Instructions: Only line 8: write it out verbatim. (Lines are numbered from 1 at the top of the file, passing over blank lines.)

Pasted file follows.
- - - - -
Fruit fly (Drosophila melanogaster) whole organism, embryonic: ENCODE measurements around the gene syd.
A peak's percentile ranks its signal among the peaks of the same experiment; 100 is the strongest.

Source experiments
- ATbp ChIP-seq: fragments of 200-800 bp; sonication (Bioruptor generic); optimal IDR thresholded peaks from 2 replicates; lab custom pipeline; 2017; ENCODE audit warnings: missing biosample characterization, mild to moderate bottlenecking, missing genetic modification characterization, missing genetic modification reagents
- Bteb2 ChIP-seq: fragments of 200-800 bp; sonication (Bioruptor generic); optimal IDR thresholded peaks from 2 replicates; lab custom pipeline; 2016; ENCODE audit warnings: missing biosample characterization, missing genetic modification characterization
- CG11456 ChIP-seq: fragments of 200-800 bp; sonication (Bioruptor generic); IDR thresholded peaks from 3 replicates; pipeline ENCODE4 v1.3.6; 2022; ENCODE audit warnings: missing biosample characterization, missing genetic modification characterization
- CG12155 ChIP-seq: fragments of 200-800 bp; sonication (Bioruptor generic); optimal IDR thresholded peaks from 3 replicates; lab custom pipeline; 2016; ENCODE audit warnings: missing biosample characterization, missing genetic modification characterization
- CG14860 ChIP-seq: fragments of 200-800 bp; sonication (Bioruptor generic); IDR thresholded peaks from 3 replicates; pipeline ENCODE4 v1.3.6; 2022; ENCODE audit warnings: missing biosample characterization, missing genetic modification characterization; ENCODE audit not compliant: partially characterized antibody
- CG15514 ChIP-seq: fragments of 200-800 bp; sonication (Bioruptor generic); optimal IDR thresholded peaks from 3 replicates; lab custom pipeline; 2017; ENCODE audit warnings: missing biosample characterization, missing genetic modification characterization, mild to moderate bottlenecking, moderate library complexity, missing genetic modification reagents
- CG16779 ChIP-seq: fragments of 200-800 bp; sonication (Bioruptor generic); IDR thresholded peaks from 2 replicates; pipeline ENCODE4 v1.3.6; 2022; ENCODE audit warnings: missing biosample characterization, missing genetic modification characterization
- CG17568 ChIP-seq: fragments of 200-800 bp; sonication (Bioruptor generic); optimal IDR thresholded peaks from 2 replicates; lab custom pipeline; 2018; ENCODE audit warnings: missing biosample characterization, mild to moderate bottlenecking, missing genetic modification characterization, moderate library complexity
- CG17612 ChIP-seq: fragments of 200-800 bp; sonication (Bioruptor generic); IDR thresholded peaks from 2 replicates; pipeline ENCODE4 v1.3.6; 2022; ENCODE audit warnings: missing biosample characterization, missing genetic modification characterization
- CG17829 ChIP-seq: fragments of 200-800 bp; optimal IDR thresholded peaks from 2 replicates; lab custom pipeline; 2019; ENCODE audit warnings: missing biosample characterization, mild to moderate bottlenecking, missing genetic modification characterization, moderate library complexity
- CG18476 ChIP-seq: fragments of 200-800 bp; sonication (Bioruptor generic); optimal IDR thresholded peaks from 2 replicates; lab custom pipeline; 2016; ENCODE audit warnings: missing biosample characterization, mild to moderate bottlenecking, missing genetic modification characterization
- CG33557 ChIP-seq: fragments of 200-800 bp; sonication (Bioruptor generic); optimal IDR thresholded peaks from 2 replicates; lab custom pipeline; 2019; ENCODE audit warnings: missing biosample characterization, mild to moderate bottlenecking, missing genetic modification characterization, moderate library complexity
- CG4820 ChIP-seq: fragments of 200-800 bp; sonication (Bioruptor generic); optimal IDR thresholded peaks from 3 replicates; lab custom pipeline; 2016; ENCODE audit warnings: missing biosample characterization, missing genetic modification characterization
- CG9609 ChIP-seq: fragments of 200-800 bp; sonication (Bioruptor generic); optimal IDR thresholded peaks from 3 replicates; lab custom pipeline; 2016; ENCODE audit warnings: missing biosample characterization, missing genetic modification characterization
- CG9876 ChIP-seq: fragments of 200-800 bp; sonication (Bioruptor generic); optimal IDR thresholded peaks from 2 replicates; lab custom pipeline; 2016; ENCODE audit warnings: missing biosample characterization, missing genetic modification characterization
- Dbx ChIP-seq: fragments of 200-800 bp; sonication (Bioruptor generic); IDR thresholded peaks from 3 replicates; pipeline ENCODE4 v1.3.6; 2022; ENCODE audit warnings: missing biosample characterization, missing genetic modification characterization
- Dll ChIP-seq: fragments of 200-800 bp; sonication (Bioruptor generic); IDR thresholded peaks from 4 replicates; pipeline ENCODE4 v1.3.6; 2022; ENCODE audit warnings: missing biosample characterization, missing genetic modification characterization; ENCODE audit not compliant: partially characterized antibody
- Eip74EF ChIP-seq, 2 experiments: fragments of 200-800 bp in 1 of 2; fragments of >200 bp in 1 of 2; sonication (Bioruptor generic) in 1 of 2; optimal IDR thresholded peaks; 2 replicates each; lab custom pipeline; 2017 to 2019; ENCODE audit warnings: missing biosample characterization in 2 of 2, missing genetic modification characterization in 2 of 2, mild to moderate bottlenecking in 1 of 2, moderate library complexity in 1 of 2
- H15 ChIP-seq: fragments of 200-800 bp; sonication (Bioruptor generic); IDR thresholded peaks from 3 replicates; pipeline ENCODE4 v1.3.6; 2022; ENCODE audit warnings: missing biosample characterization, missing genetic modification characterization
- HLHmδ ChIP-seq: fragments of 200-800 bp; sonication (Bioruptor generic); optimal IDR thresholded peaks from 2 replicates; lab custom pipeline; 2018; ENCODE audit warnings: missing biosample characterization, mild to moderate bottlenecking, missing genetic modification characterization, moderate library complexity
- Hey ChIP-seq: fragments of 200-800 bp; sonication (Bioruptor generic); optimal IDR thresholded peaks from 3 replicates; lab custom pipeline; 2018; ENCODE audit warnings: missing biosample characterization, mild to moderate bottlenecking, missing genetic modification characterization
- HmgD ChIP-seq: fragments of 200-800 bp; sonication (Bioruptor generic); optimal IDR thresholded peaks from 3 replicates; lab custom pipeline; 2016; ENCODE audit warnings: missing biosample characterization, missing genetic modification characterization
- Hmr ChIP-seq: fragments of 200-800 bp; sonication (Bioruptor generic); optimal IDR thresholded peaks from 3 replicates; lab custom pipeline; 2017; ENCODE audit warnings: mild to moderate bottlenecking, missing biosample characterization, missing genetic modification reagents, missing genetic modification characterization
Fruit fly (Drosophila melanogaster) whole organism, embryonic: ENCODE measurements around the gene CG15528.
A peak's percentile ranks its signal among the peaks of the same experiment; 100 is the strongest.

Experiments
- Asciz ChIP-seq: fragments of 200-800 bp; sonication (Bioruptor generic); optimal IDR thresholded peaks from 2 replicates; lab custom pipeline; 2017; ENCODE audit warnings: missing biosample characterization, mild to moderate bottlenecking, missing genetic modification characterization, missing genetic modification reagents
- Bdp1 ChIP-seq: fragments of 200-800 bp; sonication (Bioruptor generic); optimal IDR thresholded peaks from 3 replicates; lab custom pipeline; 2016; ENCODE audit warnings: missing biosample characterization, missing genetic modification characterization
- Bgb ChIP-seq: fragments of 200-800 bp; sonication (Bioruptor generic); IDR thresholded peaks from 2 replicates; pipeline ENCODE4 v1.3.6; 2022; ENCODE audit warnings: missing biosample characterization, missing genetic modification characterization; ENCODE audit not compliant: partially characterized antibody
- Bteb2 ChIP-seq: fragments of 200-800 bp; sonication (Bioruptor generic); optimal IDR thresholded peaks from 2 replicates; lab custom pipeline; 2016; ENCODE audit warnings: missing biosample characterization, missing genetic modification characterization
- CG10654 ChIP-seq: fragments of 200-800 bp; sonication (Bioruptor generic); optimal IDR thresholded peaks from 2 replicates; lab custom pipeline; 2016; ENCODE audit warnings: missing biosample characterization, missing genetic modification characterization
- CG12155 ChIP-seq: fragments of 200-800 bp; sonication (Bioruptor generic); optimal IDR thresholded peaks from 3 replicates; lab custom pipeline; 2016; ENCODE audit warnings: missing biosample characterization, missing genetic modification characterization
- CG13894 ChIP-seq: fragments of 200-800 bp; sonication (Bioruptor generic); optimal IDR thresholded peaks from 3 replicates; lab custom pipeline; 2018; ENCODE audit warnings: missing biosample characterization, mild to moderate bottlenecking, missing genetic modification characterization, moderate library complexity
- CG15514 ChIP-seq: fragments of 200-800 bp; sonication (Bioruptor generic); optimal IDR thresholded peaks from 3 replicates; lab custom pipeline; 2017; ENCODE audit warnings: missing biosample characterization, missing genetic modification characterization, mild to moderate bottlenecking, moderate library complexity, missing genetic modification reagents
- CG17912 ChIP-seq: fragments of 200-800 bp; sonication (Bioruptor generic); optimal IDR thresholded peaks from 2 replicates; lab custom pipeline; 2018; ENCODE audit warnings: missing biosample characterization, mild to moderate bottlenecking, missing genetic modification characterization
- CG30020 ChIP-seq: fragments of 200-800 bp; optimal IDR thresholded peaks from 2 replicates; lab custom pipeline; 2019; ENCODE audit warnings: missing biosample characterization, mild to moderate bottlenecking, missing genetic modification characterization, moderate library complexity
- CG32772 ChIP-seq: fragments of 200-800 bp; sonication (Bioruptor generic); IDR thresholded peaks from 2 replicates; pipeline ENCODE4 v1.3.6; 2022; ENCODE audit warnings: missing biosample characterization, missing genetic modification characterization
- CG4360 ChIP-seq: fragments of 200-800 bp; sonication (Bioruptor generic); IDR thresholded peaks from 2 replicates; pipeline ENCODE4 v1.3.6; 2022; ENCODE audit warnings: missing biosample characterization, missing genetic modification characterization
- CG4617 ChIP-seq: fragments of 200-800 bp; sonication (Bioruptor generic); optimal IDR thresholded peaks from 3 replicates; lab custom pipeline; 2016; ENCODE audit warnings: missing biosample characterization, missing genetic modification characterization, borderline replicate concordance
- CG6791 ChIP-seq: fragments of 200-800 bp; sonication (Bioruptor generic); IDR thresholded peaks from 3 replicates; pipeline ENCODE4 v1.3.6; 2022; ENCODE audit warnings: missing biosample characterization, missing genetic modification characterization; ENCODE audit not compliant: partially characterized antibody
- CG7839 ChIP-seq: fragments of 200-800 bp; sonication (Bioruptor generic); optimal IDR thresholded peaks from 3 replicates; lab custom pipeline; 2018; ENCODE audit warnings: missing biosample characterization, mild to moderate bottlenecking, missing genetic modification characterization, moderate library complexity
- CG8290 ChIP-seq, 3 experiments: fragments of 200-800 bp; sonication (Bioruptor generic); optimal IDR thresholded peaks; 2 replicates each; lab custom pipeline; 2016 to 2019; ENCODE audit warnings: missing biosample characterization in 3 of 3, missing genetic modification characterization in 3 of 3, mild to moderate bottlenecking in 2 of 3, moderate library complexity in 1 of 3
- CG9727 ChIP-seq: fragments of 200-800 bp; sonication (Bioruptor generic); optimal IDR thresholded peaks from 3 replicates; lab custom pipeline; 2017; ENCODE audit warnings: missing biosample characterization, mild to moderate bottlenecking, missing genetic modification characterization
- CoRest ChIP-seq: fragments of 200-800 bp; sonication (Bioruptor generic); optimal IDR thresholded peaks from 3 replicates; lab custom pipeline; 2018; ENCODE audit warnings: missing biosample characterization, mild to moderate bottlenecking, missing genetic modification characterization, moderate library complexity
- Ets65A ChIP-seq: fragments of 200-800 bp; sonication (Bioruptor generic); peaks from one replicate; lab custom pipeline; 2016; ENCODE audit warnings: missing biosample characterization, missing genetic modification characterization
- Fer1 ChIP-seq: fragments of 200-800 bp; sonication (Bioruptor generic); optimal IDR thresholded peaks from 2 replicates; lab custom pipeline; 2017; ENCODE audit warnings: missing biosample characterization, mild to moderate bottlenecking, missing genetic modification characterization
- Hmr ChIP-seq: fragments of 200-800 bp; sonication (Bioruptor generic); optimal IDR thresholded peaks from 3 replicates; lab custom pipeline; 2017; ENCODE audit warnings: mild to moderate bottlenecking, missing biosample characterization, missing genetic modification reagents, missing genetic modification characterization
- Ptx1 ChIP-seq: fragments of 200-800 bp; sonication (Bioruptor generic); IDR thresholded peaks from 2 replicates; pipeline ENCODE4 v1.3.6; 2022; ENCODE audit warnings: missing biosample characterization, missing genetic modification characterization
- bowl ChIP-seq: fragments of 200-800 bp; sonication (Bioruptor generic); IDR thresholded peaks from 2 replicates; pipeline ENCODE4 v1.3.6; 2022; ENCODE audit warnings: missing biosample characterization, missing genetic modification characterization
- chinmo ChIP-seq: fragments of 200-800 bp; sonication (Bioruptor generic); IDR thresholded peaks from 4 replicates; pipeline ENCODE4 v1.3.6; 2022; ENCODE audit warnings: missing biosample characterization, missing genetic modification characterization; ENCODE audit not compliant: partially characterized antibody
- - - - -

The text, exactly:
- CG14860 ChIP-seq: fragments of 200-800 bp; sonication (Bioruptor generic); IDR thresholded peaks from 3 replicates; pipeline ENCODE4 v1.3.6; 2022; ENCODE audit warnings: missing biosample characterization, missing genetic modification characterization; ENCODE audit not compliant: partially characterized antibody